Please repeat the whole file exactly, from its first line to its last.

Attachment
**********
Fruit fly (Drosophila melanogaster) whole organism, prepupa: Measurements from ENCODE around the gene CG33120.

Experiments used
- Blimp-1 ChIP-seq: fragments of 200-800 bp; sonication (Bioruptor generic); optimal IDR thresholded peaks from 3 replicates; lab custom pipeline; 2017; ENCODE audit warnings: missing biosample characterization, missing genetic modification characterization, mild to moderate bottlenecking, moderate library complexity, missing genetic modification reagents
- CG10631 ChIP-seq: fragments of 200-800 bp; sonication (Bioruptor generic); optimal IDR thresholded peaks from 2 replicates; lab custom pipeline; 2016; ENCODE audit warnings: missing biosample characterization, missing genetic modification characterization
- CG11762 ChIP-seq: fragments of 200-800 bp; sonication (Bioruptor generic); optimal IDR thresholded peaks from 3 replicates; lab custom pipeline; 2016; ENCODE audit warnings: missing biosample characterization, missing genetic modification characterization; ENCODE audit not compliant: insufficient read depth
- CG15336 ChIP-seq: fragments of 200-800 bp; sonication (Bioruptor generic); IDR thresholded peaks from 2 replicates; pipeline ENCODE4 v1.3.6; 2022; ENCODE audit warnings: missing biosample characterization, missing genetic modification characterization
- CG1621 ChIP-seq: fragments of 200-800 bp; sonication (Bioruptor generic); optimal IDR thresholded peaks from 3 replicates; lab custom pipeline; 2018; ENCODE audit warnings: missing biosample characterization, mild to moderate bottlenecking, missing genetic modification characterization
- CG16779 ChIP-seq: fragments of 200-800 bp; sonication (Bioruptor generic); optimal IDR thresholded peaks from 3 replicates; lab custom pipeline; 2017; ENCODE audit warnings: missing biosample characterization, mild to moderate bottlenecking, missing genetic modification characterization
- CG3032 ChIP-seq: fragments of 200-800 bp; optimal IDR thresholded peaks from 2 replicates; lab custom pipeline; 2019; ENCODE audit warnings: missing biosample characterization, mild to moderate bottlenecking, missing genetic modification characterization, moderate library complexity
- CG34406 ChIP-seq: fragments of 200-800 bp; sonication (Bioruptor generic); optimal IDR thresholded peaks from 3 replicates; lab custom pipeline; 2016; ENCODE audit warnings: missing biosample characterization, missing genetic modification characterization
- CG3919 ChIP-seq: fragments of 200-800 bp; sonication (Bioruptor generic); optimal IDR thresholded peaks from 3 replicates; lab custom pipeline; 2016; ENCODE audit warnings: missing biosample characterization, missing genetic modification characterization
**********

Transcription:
Fruit fly (Drosophila melanogaster) whole organism, prepupa: Measurements from ENCODE around the gene CG33120.

Experiments used
- Blimp-1 ChIP-seq: fragments of 200-800 bp; sonication (Bioruptor generic); optimal IDR thresholded peaks from 3 replicates; lab custom pipeline; 2017; ENCODE audit warnings: missing biosample characterization, missing genetic modification characterization, mild to moderate bottlenecking, moderate library complexity, missing genetic modification reagents
- CG10631 ChIP-seq: fragments of 200-800 bp; sonication (Bioruptor generic); optimal IDR thresholded peaks from 2 replicates; lab custom pipeline; 2016; ENCODE audit warnings: missing biosample characterization, missing genetic modification characterization
- CG11762 ChIP-seq: fragments of 200-800 bp; sonication (Bioruptor generic); optimal IDR thresholded peaks from 3 replicates; lab custom pipeline; 2016; ENCODE audit warnings: missing biosample characterization, missing genetic modification characterization; ENCODE audit not compliant: insufficient read depth
- CG15336 ChIP-seq: fragments of 200-800 bp; sonication (Bioruptor generic); IDR thresholded peaks from 2 replicates; pipeline ENCODE4 v1.3.6; 2022; ENCODE audit warnings: missing biosample characterization, missing genetic modification characterization
- CG1621 ChIP-seq: fragments of 200-800 bp; sonication (Bioruptor generic); optimal IDR thresholded peaks from 3 replicates; lab custom pipeline; 2018; ENCODE audit warnings: missing biosample characterization, mild to moderate bottlenecking, missing genetic modification characterization
- CG16779 ChIP-seq: fragments of 200-800 bp; sonication (Bioruptor generic); optimal IDR thresholded peaks from 3 replicates; lab custom pipeline; 2017; ENCODE audit warnings: missing biosample characterization, mild to moderate bottlenecking, missing genetic modification characterization
- CG3032 ChIP-seq: fragments of 200-800 bp; optimal IDR thresholded peaks from 2 replicates; lab custom pipeline; 2019; ENCODE audit warnings: missing biosample characterization, mild to moderate bottlenecking, missing genetic modification characterization, moderate library complexity
- CG34406 ChIP-seq: fragments of 200-800 bp; sonication (Bioruptor generic); optimal IDR thresholded peaks from 3 replicates; lab custom pipeline; 2016; ENCODE audit warnings: missing biosample characterization, missing genetic modification characterization
- CG3919 ChIP-seq: fragments of 200-800 bp; sonication (Bioruptor generic); optimal IDR thresholded peaks from 3 replicates; lab custom pipeline; 2016; ENCODE audit warnings: missing biosample characterization, missing genetic modification characterization